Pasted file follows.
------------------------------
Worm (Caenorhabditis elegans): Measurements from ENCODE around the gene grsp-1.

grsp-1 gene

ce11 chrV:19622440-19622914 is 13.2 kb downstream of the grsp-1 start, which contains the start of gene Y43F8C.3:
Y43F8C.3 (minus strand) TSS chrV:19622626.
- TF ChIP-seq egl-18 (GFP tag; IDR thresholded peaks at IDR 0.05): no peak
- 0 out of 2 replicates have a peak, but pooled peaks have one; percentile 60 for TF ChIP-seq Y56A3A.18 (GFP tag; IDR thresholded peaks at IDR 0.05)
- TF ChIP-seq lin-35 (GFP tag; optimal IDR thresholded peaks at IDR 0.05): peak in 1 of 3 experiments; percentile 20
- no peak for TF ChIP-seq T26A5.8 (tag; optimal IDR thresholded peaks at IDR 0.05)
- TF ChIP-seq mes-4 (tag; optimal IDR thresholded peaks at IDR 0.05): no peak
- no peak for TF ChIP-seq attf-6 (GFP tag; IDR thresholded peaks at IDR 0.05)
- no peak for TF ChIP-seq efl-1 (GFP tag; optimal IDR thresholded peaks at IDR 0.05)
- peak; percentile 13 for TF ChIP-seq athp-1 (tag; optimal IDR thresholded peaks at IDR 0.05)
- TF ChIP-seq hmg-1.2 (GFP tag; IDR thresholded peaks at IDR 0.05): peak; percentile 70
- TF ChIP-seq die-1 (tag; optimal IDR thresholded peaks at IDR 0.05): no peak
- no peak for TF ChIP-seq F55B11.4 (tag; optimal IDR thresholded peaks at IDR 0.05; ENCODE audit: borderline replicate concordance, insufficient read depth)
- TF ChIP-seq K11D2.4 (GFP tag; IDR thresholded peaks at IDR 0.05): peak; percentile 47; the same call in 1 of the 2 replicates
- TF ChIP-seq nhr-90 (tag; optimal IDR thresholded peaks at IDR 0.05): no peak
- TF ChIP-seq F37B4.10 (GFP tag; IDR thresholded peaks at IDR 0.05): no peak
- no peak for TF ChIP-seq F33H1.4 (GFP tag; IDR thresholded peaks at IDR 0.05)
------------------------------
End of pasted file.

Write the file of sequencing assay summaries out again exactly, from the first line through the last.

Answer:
Worm (Caenorhabditis elegans): Measurements from ENCODE around the gene grsp-1.

grsp-1 gene

ce11 chrV:19622440-19622914 is 13.2 kb downstream of the grsp-1 start, which contains the start of gene Y43F8C.3:
Y43F8C.3 (minus strand) TSS chrV:19622626.
- TF ChIP-seq egl-18 (GFP tag; IDR thresholded peaks at IDR 0.05): no peak
- 0 out of 2 replicates have a peak, but pooled peaks have one; percentile 60 for TF ChIP-seq Y56A3A.18 (GFP tag; IDR thresholded peaks at IDR 0.05)
- TF ChIP-seq lin-35 (GFP tag; optimal IDR thresholded peaks at IDR 0.05): peak in 1 of 3 experiments; percentile 20
- no peak for TF ChIP-seq T26A5.8 (tag; optimal IDR thresholded peaks at IDR 0.05)
- TF ChIP-seq mes-4 (tag; optimal IDR thresholded peaks at IDR 0.05): no peak
- no peak for TF ChIP-seq attf-6 (GFP tag; IDR thresholded peaks at IDR 0.05)
- no peak for TF ChIP-seq efl-1 (GFP tag; optimal IDR thresholded peaks at IDR 0.05)
- peak; percentile 13 for TF ChIP-seq athp-1 (tag; optimal IDR thresholded peaks at IDR 0.05)
- TF ChIP-seq hmg-1.2 (GFP tag; IDR thresholded peaks at IDR 0.05): peak; percentile 70
- TF ChIP-seq die-1 (tag; optimal IDR thresholded peaks at IDR 0.05): no peak
- no peak for TF ChIP-seq F55B11.4 (tag; optimal IDR thresholded peaks at IDR 0.05; ENCODE audit: borderline replicate concordance, insufficient read depth)
- TF ChIP-seq K11D2.4 (GFP tag; IDR thresholded peaks at IDR 0.05): peak; percentile 47; the same call in 1 of the 2 replicates
- TF ChIP-seq nhr-90 (tag; optimal IDR thresholded peaks at IDR 0.05): no peak
- TF ChIP-seq F37B4.10 (GFP tag; IDR thresholded peaks at IDR 0.05): no peak
- no peak for TF ChIP-seq F33H1.4 (GFP tag; IDR thresholded peaks at IDR 0.05)